Regenerative Ag Alliance promotes stream health through agroforestry

The Alliance planted an initial 250 trees at New Bolton Center with assistance from volunteers and students from Penn’s School of Veterinary Medicine and the Stuart Weitzman School of Design.

A few dozen enthusiastic students arrived at Penn’s School of Veterinary Medicine’s New Bolton Center campus in Kennett Square this fall, ready to transform a portion of the rural landscape. Their efforts set the stage for a more-sustainable farming model.

New trees planted in a field.
Image: Courtesy of the Environmental Innovations Initiative

The Penn Regenerative Ag Alliance, one of the Environmental Innovations Initiative’s research communities, is embarking on this journey as part of a larger project recently funded by the William Penn Foundation. Crossing disciplinary silos, Alliance leader Thomas Parsons, director of Penn Vet’s Center for Stewardship Agriculture and Food Security, and Ellen Neises, executive director of Penn Praxis at the Weitzman School of Design, joined forces with a team from the Stroud Water Research Center. They used principles of agroforestry to design a land-use plan that aims to both protect the local watershed and breathe new life into fallow land by combining the planting of trees and shrubs with grazing of marginal farm ground. A major goal was to help improve the water quality and health of the White Clay Creek, as its headwaters reside on the New Bolton Center campus, but also develop new “win-win” models of animal agriculture that provide both economic benefits and ecological services.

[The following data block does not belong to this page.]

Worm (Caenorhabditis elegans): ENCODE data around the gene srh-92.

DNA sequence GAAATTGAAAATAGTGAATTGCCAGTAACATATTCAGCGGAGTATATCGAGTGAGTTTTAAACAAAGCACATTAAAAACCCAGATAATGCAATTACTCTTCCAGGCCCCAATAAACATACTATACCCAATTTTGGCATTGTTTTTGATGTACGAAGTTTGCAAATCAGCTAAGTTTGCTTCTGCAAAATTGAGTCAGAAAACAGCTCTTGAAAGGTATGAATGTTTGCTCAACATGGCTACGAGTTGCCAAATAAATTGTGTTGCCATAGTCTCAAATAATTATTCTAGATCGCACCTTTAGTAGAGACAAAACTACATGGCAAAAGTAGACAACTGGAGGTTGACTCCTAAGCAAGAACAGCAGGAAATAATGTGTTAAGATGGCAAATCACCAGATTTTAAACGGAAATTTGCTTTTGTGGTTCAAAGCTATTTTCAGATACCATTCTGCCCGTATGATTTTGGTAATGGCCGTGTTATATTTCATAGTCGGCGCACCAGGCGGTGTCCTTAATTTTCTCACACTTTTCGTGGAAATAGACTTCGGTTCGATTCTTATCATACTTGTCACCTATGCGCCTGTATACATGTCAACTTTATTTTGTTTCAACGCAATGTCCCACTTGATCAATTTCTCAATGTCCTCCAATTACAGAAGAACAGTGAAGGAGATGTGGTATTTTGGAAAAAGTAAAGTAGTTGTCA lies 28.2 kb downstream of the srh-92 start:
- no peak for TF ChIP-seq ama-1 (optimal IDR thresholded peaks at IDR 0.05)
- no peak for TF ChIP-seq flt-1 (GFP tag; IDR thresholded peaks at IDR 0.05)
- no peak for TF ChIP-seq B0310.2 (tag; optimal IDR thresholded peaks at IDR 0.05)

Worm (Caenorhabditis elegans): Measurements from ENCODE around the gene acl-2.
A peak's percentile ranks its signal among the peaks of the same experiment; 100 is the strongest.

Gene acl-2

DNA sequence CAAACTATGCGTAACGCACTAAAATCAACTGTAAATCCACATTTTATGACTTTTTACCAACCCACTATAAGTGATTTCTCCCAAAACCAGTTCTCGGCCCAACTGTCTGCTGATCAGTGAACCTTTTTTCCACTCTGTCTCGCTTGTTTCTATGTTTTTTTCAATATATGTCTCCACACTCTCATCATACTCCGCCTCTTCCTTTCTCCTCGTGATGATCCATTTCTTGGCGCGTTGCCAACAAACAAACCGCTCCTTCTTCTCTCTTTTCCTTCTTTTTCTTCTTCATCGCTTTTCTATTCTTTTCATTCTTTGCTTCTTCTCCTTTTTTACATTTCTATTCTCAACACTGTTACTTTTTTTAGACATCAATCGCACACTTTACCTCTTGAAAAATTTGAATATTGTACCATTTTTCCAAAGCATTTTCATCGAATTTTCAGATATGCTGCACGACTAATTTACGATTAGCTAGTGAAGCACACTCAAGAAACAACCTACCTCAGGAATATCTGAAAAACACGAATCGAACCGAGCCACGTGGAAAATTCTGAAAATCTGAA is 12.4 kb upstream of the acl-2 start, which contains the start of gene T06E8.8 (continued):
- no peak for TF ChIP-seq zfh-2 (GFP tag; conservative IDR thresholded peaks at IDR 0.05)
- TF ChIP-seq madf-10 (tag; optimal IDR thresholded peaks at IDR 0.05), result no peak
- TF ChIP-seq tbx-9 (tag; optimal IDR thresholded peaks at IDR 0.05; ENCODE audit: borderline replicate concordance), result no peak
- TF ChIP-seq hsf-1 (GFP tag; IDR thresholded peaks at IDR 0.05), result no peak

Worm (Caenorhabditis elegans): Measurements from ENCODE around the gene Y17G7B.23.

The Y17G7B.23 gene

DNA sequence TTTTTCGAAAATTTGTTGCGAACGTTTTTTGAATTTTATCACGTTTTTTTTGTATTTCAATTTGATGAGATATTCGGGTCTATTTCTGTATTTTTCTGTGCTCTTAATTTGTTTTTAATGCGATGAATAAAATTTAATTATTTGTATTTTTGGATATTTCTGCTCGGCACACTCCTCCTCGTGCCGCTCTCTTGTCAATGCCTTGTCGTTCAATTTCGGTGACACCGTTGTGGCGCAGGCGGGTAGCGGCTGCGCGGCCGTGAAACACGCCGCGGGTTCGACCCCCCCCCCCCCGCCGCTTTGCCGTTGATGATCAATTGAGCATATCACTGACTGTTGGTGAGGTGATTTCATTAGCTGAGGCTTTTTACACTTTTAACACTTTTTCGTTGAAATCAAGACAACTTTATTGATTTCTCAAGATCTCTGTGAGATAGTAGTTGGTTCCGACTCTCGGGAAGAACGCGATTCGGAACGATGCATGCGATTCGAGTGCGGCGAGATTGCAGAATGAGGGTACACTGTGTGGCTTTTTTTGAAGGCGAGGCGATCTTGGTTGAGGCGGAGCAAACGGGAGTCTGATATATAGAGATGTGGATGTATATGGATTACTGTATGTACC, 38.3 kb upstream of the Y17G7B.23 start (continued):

Over the summer, Elliot Bullen, project manager, and two Penn Praxis fellows began a spatial analysis to assess suitable species for the landscape design of a 20-acre rotational grazing system for ruminants. The initial plant list focused on native tree and shrub species that might provide benefits such as food or shelter for animals. Penn Vet experts helped narrow the choices by eliminating species that might pose a risk to animals living within this agroforestry system. For instance, a honey locust tree will provide cows dappled shade in the warmer months and in the fall as pasture grasses become dormant, and drop pods that provide a supplemental food source to the animals. However, the team needed to find honey locust varieties that are thornless, as the more common thorned varieties could pose a challenge for operating farm equipment and to the cows themselves.

This story is by Xime Trujillo. Read more at the Environmental Innovations Initiative.